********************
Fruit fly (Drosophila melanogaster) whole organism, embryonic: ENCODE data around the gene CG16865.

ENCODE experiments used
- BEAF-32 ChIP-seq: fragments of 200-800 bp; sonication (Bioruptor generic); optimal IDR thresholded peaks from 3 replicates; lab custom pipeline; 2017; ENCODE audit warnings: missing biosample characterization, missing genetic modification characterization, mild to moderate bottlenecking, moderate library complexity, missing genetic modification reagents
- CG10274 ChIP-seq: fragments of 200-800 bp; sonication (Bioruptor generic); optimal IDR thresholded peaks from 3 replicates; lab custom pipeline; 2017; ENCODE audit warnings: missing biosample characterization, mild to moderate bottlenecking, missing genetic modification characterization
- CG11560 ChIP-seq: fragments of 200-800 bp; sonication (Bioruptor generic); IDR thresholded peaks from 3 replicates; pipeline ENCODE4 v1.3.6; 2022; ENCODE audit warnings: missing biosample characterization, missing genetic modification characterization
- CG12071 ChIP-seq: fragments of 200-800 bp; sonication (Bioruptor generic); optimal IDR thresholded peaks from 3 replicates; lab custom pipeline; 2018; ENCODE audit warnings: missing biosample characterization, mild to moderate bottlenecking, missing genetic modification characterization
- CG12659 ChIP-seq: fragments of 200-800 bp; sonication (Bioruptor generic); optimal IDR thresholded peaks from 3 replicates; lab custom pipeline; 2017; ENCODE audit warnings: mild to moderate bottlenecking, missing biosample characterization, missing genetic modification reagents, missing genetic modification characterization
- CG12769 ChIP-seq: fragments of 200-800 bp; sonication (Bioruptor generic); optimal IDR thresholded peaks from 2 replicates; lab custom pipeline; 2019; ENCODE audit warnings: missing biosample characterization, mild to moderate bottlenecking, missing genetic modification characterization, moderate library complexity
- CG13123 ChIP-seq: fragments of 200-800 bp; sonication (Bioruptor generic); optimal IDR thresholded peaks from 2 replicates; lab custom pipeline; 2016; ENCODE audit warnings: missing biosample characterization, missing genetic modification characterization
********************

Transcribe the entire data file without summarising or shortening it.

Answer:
Fruit fly (Drosophila melanogaster) whole organism, embryonic: ENCODE data around the gene CG16865.

ENCODE experiments used
- BEAF-32 ChIP-seq: fragments of 200-800 bp; sonication (Bioruptor generic); optimal IDR thresholded peaks from 3 replicates; lab custom pipeline; 2017; ENCODE audit warnings: missing biosample characterization, missing genetic modification characterization, mild to moderate bottlenecking, moderate library complexity, missing genetic modification reagents
- CG10274 ChIP-seq: fragments of 200-800 bp; sonication (Bioruptor generic); optimal IDR thresholded peaks from 3 replicates; lab custom pipeline; 2017; ENCODE audit warnings: missing biosample characterization, mild to moderate bottlenecking, missing genetic modification characterization
- CG11560 ChIP-seq: fragments of 200-800 bp; sonication (Bioruptor generic); IDR thresholded peaks from 3 replicates; pipeline ENCODE4 v1.3.6; 2022; ENCODE audit warnings: missing biosample characterization, missing genetic modification characterization
- CG12071 ChIP-seq: fragments of 200-800 bp; sonication (Bioruptor generic); optimal IDR thresholded peaks from 3 replicates; lab custom pipeline; 2018; ENCODE audit warnings: missing biosample characterization, mild to moderate bottlenecking, missing genetic modification characterization
- CG12659 ChIP-seq: fragments of 200-800 bp; sonication (Bioruptor generic); optimal IDR thresholded peaks from 3 replicates; lab custom pipeline; 2017; ENCODE audit warnings: mild to moderate bottlenecking, missing biosample characterization, missing genetic modification reagents, missing genetic modification characterization
- CG12769 ChIP-seq: fragments of 200-800 bp; sonication (Bioruptor generic); optimal IDR thresholded peaks from 2 replicates; lab custom pipeline; 2019; ENCODE audit warnings: missing biosample characterization, mild to moderate bottlenecking, missing genetic modification characterization, moderate library complexity
- CG13123 ChIP-seq: fragments of 200-800 bp; sonication (Bioruptor generic); optimal IDR thresholded peaks from 2 replicates; lab custom pipeline; 2016; ENCODE audit warnings: missing biosample characterization, missing genetic modification characterization